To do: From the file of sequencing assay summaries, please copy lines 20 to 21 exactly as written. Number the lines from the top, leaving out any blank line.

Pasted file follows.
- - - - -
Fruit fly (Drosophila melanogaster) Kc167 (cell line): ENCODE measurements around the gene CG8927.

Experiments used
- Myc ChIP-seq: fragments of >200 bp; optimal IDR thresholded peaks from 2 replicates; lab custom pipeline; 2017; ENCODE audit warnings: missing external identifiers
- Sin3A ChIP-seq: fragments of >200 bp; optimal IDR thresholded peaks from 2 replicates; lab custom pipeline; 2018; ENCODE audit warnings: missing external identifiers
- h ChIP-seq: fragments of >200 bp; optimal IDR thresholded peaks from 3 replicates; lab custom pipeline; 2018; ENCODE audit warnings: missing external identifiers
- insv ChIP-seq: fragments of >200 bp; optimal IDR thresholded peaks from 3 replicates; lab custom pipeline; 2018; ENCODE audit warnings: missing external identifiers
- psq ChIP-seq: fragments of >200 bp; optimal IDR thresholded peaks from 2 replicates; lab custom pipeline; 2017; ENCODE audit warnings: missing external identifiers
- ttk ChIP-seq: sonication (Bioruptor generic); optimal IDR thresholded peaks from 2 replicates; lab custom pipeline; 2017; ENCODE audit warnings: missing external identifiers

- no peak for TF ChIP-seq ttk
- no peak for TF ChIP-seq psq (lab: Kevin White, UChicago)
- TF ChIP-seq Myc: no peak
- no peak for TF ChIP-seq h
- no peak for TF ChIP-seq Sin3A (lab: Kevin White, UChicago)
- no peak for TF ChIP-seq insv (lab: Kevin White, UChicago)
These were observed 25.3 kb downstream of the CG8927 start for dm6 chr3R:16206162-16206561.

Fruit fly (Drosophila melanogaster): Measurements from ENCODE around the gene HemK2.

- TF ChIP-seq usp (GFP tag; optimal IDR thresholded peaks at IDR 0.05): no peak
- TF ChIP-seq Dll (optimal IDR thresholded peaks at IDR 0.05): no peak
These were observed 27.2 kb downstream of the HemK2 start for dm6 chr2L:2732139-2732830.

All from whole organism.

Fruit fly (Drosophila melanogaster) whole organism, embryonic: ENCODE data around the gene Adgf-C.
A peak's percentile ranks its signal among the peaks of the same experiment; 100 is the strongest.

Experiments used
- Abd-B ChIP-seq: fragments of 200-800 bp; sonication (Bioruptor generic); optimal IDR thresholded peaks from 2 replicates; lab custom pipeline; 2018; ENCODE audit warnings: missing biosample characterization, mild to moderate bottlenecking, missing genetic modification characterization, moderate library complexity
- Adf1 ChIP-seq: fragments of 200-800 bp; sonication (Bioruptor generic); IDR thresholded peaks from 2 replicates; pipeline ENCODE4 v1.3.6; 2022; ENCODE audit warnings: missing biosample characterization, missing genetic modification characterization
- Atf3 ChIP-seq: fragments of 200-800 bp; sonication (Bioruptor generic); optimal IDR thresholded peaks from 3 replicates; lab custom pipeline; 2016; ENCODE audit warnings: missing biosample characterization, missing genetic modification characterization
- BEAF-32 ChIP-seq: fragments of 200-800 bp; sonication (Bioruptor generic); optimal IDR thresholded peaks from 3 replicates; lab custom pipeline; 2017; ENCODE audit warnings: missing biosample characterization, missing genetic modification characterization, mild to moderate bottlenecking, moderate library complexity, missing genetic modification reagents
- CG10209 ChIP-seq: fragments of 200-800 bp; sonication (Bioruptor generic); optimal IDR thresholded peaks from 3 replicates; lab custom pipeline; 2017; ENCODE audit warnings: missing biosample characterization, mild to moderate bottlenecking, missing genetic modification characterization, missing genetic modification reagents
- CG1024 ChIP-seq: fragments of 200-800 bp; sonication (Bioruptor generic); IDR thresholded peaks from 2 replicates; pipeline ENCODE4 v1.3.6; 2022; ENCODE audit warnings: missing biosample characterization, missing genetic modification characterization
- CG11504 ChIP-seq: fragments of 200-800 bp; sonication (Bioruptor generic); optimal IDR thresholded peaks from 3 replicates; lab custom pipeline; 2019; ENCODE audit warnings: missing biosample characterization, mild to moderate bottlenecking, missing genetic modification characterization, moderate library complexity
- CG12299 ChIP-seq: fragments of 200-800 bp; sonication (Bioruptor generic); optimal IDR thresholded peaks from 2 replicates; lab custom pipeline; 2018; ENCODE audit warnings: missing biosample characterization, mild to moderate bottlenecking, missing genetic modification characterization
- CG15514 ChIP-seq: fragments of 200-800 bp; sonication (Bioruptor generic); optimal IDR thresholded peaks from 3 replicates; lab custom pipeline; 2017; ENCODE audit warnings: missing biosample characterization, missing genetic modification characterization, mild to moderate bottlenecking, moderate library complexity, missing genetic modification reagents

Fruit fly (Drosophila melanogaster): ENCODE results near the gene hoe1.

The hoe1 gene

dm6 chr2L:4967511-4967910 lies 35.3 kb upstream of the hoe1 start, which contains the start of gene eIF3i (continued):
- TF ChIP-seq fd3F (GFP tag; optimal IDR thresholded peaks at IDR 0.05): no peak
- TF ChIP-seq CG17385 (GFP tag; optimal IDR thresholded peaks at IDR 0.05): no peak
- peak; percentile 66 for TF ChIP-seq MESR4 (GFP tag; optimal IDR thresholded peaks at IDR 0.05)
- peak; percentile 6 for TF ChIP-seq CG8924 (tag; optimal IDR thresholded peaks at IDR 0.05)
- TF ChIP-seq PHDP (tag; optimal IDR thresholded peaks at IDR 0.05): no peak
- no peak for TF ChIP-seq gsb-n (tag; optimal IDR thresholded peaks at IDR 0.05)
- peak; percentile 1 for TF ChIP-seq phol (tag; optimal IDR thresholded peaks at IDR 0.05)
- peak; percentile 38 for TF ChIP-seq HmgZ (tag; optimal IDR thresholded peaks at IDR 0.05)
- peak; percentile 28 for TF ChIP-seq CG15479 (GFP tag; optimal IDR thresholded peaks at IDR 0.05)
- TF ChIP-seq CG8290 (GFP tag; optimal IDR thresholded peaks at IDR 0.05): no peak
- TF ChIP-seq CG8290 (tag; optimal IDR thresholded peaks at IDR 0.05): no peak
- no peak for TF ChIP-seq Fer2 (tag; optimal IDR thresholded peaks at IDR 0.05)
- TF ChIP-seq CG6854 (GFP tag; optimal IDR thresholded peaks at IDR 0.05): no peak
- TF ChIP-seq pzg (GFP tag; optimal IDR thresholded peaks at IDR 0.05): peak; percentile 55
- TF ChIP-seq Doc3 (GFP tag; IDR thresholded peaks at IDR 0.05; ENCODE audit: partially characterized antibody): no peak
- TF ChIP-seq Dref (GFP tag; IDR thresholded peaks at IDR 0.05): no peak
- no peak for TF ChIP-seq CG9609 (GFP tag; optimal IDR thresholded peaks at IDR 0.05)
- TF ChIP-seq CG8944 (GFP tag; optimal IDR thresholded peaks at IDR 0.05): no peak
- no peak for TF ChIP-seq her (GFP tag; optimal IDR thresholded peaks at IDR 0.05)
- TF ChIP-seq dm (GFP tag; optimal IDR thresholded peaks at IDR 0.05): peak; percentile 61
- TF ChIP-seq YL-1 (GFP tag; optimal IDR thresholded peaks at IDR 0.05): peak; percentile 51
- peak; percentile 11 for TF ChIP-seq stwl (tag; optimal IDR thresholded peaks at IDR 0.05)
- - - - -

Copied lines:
All from whole organism.

Fruit fly (Drosophila melanogaster) whole organism, embryonic: ENCODE data around the gene Adgf-C.